In the Old Testament Commentaries, St. Thomas has a style similar to his commentaries on the Gospels and the Pauline epistles. Uniquely, the Old Testament Commentaries are spaced generously throughout the entirety of St. Thomas’s life, ranging from the beginning of St. Thomas’s academic career to shortly before his death. Because the Old Testament Commentaries span St. Thomas’s career, they show the development of his ability to comment on Scripture. In the early Old Testament Commentaries St. Thomas is primarily concerned with exploring the literal meaning of the texts. Even so he provides clear insights into the texts that he comments upon. Though the number of texts that he chooses to comment upon is limited, these Old Testament Commentaries are an important part of his works.
Translator(s)Sr. Albert Marie Surmanski, O. P.
Source TextsParma 1863 edition, Busa 1980 edition
This volume contains St. Thomas’s commentaries on the Psalms. Aquinas commented on Psalms 1-54.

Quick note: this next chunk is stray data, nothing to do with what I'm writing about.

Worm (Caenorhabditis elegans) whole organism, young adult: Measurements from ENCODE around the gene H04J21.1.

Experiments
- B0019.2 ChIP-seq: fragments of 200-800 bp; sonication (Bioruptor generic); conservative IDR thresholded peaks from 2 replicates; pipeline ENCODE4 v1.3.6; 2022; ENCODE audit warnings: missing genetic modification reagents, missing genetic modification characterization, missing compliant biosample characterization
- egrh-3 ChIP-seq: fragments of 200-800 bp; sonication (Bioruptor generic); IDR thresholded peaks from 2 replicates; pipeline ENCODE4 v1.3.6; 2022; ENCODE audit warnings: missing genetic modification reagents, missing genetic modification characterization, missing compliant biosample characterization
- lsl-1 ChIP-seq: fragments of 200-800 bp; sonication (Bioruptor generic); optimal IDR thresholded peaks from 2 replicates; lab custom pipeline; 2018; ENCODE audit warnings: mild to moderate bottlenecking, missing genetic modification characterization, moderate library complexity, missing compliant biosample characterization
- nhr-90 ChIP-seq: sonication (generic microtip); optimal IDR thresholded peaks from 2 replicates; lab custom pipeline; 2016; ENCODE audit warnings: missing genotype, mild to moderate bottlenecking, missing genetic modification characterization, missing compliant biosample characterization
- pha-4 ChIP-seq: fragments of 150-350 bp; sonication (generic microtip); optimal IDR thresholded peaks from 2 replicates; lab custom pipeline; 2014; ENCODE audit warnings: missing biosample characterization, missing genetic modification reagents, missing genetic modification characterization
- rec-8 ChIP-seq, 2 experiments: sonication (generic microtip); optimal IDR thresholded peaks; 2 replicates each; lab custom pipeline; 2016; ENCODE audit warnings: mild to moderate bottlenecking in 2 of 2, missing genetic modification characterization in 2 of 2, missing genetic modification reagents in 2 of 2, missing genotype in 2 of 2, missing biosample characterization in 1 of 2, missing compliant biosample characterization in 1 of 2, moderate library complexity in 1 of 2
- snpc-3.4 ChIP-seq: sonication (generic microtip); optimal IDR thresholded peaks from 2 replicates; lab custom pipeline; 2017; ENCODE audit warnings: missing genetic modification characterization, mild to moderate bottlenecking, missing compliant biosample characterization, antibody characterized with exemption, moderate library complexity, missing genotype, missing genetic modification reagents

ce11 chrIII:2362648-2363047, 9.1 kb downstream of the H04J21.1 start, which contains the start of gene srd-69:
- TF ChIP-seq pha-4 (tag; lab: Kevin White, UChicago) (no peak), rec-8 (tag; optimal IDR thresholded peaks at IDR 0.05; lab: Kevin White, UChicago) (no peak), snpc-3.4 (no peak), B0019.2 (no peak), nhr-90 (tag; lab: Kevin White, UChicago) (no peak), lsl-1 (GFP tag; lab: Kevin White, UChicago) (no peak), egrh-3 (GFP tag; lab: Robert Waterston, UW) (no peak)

Status Copyright Research
Source TextsParma 1863 edition, Leonine 1974 edition
This volume contains St. Thomas’s commentaries Jeremiah, Lamentations and Isaiah, along with two of his expositions: "Rigans Montes de Superioribus", based on PS 103:13, and ""Hic est Liber Mandatorum Dei", based on Bar 4:1. These commentaries explore the intricacies of this handful of Old Testament books.
Status In Print
Translator(s)Fr. Brian Mullady
Source TextsLeonine 1965 edition
This volume of the Old Testament Commentaries is devoted to St. Thomas’s commentary on the book of Job. St. Thomas delves into the question of God’s providence while he comments on Job using all four senses of scripture.